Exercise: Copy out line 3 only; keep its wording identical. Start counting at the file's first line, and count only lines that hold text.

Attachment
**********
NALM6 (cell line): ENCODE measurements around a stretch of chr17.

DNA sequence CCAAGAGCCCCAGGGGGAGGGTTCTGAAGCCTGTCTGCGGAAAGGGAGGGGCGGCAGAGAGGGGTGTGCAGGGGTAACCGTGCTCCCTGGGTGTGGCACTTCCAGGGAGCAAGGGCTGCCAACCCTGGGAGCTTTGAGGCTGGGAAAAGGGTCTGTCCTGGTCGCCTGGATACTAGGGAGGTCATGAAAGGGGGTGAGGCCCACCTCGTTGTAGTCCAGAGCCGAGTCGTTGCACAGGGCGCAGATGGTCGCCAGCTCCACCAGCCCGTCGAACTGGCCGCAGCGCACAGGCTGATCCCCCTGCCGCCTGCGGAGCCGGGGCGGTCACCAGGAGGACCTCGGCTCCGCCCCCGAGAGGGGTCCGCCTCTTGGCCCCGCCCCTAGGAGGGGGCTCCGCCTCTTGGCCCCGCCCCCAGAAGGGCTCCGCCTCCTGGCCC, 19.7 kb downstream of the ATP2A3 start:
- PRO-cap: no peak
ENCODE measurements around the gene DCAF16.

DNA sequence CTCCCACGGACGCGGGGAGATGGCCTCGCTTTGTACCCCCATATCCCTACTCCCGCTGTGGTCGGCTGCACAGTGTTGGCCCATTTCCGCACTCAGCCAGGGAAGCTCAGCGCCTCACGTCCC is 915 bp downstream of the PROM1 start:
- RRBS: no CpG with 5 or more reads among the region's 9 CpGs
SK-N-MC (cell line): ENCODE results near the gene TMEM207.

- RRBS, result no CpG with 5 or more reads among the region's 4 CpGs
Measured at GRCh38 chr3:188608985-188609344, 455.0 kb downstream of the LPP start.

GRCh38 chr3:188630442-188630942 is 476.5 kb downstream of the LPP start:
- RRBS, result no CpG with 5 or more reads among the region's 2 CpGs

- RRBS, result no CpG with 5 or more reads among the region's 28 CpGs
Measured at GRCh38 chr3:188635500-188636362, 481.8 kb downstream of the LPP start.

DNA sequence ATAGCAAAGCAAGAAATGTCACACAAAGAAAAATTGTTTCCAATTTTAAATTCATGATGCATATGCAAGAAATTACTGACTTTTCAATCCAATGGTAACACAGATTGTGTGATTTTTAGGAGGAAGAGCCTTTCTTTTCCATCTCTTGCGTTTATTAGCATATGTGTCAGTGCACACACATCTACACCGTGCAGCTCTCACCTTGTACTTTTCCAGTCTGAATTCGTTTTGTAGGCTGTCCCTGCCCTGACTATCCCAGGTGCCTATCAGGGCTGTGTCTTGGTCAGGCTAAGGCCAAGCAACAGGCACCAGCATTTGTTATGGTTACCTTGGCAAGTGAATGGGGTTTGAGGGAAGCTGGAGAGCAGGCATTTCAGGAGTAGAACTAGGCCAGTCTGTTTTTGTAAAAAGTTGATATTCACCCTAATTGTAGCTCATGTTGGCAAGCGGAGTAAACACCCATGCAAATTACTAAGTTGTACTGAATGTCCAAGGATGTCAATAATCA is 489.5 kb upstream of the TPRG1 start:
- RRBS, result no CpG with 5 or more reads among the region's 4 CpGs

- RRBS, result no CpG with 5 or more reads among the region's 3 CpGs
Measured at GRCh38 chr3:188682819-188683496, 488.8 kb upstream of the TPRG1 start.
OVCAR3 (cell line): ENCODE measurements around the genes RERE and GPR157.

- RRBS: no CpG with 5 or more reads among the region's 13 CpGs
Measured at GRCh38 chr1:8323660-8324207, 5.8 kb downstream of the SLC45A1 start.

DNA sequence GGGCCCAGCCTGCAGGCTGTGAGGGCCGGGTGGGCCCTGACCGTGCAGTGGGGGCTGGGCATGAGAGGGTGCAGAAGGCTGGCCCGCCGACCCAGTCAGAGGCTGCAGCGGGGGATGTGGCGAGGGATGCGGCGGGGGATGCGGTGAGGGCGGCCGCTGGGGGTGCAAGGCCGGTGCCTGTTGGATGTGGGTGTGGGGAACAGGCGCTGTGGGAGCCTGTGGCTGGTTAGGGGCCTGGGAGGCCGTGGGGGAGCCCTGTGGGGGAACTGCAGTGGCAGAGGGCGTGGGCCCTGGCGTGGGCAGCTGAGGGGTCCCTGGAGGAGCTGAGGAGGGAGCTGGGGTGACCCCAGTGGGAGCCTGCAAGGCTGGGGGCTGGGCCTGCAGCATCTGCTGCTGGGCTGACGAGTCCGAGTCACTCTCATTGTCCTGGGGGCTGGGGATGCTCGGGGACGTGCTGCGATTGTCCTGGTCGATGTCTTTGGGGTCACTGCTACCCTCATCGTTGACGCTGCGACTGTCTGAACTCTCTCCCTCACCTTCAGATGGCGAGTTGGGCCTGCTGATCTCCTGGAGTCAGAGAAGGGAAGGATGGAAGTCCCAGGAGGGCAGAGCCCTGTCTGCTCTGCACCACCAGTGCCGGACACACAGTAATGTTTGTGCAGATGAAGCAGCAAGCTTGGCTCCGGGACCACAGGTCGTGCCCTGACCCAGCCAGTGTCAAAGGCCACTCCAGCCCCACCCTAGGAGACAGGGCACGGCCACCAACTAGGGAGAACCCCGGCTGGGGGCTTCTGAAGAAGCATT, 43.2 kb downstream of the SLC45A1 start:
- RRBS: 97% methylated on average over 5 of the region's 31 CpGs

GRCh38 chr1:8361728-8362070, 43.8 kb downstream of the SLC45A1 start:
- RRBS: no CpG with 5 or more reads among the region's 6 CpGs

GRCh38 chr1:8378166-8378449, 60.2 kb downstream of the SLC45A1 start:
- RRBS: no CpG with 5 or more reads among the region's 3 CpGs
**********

- PRO-cap: no peak